Thrill seekers on Nashville highways could put others at risk
NASHVILLE, TN (WSMV) -
If you thought stunt driving was just for the movies, think again. Thrill-seekers are showing off all over Nashville's interstates and then posting the videos online for the whole world to see.
The Tennessee Highway Patrol couldn't believe when the Channel 4 I-Team showed them the kinds of stunts some motorcycle riders are pulling on busy roads full of other drivers.
By all accounts, most motorcycle riders are responsible, safe and they follow the rules of the road. But, the few who are daring these stunts are getting a lot of attention for where they choose to break the rules.
The videos posted to YouTube show motorcycle riders speeding and popping wheelies on local interstates. It's a risk John Milliken, state coordinator for the Tennessee Highway Patrol's Motorcycle Rider Education Program, said is a funeral waiting to happen.
"Motorcycling is a lot more risky than riding in a car," Milliken said. "Doing things like this, it just ups your odds of something happening. Maybe that's the thrill they're looking for."
Nashville landmarks and road signs are visible in the videos as the motorcycle riders zoom past.
"It doesn't make sense at all to me to be doing that out in the public, on the interstate," Milliken said.
Avid motorcyclist Rick Horner said those who do dangerous stunts on the interstate instead of a private track give the rest of the biking community a bad name.
"We're trying to be safe as riders. There's enough hazards out there with drivers using cell phones and such and not paying attention looking for motorcyclists, and they're making it harder for us by potentially causing accidents themselves," Horner said.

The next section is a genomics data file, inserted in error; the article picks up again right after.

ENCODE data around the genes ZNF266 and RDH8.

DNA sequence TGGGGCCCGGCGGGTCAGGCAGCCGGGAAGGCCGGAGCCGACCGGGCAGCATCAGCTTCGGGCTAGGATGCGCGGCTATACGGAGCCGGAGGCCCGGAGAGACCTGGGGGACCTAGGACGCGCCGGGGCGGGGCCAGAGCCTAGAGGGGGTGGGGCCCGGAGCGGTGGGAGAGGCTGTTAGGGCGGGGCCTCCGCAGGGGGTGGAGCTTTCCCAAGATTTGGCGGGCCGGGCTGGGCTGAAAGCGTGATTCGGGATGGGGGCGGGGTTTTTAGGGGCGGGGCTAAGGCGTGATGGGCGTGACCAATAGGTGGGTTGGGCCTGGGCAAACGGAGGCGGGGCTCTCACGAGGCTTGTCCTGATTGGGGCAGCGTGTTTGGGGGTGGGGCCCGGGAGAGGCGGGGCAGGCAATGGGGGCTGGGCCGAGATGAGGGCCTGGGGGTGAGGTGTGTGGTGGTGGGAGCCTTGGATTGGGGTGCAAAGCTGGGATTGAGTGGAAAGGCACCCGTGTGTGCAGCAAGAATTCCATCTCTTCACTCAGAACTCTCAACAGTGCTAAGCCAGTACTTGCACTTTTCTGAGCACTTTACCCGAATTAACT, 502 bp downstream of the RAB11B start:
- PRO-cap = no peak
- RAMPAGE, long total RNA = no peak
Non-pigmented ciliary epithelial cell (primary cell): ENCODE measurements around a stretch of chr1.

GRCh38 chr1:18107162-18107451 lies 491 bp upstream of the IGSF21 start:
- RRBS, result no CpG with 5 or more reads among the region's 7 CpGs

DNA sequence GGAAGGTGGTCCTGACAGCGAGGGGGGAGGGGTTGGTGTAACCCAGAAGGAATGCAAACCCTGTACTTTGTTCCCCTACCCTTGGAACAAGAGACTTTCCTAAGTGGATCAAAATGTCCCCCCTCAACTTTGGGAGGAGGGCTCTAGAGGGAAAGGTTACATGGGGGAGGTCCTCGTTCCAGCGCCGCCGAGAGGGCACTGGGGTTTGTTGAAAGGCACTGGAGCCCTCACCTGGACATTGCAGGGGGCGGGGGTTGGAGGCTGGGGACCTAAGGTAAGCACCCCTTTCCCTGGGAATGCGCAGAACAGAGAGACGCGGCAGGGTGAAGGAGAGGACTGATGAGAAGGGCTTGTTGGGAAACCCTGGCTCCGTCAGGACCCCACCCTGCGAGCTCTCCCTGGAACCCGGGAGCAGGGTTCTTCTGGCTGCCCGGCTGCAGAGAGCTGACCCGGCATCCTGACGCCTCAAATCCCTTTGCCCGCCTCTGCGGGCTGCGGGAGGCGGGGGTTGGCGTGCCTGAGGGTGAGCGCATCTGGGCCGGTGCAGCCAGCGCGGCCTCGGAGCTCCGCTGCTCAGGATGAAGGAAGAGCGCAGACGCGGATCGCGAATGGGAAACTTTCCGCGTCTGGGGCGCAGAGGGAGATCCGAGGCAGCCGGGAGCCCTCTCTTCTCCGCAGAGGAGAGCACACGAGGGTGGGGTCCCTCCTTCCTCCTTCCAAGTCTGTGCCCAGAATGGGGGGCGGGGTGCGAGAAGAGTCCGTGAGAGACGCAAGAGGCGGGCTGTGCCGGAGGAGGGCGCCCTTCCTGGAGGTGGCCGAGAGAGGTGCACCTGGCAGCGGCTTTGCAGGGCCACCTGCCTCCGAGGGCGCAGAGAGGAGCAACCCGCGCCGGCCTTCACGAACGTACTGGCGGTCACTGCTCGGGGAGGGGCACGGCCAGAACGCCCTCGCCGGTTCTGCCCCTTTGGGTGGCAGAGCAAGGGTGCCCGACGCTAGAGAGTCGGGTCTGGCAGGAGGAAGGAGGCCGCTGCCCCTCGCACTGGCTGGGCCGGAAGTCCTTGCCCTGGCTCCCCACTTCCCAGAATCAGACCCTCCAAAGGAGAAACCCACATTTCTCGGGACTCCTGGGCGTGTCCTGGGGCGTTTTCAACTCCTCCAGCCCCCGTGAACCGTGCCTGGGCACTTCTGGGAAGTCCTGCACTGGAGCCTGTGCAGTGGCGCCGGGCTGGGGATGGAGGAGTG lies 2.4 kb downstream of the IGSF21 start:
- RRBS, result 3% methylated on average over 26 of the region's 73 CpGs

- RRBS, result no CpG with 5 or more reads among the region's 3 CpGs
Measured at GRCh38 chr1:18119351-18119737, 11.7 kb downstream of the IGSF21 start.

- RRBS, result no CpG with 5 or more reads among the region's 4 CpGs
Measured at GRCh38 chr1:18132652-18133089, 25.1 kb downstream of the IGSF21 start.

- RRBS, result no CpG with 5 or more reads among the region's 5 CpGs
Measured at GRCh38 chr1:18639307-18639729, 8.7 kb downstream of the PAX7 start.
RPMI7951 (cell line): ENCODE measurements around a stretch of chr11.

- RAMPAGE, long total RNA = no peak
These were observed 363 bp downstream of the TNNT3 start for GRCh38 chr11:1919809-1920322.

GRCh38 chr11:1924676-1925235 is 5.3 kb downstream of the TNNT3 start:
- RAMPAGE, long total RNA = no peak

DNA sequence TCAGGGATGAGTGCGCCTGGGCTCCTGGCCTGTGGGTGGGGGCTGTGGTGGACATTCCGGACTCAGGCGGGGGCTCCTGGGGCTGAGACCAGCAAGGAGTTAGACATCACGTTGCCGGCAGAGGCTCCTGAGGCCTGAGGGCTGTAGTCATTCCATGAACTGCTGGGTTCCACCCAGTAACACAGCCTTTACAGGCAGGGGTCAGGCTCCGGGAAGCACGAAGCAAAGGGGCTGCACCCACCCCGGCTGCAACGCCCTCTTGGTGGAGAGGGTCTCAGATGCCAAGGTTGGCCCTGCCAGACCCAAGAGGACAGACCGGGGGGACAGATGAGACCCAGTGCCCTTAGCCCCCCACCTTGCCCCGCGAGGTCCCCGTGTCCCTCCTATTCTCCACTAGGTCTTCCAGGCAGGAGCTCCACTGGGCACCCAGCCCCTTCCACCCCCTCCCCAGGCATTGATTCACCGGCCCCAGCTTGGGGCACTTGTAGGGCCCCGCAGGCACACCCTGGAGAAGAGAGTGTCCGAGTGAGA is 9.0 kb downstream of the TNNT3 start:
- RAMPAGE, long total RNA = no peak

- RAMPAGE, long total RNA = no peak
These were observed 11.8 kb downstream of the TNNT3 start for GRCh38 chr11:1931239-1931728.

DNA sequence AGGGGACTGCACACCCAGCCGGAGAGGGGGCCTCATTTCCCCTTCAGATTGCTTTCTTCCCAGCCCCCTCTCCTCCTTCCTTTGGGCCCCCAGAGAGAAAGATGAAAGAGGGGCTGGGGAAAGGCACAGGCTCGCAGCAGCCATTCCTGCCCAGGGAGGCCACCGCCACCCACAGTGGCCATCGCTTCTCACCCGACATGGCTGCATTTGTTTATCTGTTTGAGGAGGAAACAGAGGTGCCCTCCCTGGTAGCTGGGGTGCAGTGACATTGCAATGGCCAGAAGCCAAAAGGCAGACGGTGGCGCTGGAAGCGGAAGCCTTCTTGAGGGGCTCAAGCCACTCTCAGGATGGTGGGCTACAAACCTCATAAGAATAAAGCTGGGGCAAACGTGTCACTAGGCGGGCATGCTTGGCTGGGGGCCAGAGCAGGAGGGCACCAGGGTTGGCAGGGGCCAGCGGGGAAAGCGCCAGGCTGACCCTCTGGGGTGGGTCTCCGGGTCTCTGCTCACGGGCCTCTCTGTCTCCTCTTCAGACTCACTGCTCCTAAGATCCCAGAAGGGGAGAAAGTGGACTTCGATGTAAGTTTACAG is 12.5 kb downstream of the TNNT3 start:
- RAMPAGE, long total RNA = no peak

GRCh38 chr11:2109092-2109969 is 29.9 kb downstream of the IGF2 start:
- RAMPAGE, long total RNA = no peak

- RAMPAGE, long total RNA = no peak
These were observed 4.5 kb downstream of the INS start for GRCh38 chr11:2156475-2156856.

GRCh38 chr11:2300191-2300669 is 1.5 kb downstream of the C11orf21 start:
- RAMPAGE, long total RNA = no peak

The Channel 4 I-Team reached out to one rider who posted one of the videos on YouTube to get his side of the story, but he in turn posted our question on a Facebook page for Nashville motorcycle riders.
Many people then left comments that said Channel 4 should instead single-out car drivers who don't pay attention, because they cause a majority of crashes on the roads.
"If they wanna battle safety concerns, vehicles lose all the way," one comment said.
Others argued the stunts are controlled. In some of the videos, other riders are seen surrounding the riders doing the wheelies, blocking other drivers from getting too close.
However, the THP also said these kinds of stunts belong on a private track and not on a busy interstate.
"Sooner or later, your luck runs out, and not everybody is as good as they think they are on one of those things. Every time I thought I was doing really good with it, it taught me I wasn't," Milliken said.
The THP could not find any reports of wrecks apparently caused by any of these stunts in the past year, but troopers said they will ticket anyone they see performing stunts and simply being shown doing a wheelie in a YouTube video is enough evidence for a citation.
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